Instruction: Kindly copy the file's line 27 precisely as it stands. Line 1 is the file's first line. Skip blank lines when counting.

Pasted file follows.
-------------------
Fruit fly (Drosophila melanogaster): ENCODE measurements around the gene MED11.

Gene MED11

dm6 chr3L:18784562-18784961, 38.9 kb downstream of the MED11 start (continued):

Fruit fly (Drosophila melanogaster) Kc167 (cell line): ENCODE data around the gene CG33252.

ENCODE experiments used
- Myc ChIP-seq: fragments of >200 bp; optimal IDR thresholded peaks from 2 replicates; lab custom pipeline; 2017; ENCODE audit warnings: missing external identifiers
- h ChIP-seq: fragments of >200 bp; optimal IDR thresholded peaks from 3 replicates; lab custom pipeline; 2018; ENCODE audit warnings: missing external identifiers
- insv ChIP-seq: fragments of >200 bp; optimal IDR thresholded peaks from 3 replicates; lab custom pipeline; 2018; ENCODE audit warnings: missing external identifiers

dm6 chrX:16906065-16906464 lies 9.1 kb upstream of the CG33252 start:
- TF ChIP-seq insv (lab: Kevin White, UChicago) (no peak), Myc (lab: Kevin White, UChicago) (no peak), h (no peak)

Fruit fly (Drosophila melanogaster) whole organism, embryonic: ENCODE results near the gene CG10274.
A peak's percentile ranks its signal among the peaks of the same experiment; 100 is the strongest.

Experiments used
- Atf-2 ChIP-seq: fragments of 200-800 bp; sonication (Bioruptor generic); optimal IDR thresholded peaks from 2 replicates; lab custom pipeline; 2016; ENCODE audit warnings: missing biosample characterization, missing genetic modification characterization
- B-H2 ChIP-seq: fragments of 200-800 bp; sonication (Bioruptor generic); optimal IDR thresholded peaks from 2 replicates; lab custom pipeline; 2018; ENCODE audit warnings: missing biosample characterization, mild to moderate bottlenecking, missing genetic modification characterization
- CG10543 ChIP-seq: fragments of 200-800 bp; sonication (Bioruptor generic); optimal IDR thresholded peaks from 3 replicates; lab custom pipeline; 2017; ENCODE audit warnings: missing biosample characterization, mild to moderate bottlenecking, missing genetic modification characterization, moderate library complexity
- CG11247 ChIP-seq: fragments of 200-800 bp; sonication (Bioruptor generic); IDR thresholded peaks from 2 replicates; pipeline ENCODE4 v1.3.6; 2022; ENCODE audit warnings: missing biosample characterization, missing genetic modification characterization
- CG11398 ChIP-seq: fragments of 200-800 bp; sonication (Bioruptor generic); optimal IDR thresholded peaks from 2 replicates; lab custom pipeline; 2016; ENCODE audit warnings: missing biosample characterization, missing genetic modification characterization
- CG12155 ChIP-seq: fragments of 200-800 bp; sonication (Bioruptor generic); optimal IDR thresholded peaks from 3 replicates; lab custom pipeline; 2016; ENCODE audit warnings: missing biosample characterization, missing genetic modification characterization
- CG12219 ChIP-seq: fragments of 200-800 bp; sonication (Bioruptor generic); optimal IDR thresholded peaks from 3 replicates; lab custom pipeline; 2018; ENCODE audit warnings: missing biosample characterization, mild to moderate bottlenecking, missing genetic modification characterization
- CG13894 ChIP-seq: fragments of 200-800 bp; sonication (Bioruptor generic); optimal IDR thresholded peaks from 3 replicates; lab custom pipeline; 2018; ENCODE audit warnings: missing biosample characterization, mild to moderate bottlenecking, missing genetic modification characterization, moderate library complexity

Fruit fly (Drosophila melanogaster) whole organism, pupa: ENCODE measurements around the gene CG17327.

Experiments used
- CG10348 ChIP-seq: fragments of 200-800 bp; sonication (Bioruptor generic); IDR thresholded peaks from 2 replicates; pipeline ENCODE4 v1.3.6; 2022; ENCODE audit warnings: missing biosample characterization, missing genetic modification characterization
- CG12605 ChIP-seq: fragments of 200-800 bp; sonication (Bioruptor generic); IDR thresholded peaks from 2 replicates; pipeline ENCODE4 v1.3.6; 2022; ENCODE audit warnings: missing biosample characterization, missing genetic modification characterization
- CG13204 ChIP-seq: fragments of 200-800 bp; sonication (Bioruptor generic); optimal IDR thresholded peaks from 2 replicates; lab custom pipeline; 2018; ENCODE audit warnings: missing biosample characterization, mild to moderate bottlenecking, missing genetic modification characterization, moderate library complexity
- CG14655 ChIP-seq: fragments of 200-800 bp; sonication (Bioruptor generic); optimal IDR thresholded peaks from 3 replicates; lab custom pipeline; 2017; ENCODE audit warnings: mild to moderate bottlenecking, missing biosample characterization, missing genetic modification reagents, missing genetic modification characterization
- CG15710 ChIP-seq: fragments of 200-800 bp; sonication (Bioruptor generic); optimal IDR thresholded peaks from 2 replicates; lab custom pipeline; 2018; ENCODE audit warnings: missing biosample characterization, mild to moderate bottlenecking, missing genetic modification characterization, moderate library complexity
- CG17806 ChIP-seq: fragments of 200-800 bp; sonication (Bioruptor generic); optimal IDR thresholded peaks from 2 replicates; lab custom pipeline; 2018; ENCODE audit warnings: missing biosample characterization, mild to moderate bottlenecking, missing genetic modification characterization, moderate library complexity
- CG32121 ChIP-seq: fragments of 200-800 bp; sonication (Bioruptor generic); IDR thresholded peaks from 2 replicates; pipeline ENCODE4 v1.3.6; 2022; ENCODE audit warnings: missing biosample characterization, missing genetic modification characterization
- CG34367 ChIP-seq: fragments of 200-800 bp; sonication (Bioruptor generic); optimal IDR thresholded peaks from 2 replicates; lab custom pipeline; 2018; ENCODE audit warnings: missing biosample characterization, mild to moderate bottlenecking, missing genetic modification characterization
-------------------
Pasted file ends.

- CG14655 ChIP-seq: fragments of 200-800 bp; sonication (Bioruptor generic); optimal IDR thresholded peaks from 3 replicates; lab custom pipeline; 2017; ENCODE audit warnings: mild to moderate bottlenecking, missing biosample characterization, missing genetic modification reagents, missing genetic modification characterization